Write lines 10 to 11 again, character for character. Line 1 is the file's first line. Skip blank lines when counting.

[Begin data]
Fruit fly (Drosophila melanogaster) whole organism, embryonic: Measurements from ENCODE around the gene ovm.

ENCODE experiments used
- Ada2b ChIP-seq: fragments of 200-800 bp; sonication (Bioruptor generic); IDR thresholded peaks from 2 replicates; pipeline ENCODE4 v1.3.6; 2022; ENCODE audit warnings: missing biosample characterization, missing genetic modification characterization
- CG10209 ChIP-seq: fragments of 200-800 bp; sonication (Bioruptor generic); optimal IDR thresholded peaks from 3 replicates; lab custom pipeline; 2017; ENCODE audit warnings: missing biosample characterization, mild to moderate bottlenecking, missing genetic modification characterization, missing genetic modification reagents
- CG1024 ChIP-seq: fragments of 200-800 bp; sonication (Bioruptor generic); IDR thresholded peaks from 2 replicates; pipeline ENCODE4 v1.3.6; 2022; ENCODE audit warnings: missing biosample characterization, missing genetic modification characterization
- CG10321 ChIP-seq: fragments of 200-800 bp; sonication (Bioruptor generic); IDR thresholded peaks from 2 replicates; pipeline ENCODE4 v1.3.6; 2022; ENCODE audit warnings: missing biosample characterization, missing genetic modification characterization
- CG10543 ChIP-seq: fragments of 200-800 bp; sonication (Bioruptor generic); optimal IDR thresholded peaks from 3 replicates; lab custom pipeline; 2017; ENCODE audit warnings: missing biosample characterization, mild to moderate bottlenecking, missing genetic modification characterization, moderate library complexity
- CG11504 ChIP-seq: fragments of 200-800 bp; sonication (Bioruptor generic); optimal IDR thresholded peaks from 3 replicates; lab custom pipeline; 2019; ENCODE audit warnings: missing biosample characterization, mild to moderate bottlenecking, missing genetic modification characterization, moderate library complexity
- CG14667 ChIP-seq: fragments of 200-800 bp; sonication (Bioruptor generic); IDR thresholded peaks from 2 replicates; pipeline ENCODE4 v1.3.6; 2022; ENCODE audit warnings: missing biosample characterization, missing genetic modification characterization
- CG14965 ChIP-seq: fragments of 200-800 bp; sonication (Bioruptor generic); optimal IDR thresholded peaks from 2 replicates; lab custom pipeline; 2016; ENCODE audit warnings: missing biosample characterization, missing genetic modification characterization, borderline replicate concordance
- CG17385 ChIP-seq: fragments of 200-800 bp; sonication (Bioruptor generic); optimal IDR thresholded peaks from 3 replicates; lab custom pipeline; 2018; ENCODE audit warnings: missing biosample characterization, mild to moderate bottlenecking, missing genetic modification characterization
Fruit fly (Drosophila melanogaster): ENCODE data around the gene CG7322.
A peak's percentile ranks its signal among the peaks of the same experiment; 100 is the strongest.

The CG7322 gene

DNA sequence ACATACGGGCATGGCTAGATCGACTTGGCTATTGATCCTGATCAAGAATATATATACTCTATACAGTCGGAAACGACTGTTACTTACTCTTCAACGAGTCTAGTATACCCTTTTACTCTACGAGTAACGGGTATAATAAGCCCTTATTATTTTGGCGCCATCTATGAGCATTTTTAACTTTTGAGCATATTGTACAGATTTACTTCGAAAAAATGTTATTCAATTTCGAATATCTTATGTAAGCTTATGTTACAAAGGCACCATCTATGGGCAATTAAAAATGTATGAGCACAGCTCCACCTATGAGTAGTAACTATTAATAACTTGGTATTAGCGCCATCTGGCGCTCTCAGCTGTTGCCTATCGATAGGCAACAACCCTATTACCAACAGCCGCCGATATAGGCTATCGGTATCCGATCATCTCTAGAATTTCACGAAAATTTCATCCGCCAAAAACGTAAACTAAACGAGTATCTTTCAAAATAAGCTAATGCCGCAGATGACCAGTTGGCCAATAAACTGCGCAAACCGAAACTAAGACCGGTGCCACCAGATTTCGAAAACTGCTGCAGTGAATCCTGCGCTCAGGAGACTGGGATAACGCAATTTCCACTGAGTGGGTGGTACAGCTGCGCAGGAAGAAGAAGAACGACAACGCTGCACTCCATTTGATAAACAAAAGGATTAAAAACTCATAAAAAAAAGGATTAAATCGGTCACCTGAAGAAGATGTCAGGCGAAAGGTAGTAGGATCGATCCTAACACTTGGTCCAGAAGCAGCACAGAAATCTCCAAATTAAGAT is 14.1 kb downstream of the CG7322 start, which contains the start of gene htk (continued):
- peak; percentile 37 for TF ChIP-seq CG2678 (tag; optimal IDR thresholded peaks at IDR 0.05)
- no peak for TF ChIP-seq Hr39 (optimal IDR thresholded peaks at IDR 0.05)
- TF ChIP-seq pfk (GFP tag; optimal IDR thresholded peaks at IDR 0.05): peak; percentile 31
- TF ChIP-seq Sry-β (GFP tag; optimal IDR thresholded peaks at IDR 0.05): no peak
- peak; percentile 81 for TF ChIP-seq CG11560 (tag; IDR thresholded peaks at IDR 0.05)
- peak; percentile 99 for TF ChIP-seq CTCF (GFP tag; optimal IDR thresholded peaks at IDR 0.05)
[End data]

- CG14965 ChIP-seq: fragments of 200-800 bp; sonication (Bioruptor generic); optimal IDR thresholded peaks from 2 replicates; lab custom pipeline; 2016; ENCODE audit warnings: missing biosample characterization, missing genetic modification characterization, borderline replicate concordance
- CG17385 ChIP-seq: fragments of 200-800 bp; sonication (Bioruptor generic); optimal IDR thresholded peaks from 3 replicates; lab custom pipeline; 2018; ENCODE audit warnings: missing biosample characterization, mild to moderate bottlenecking, missing genetic modification characterization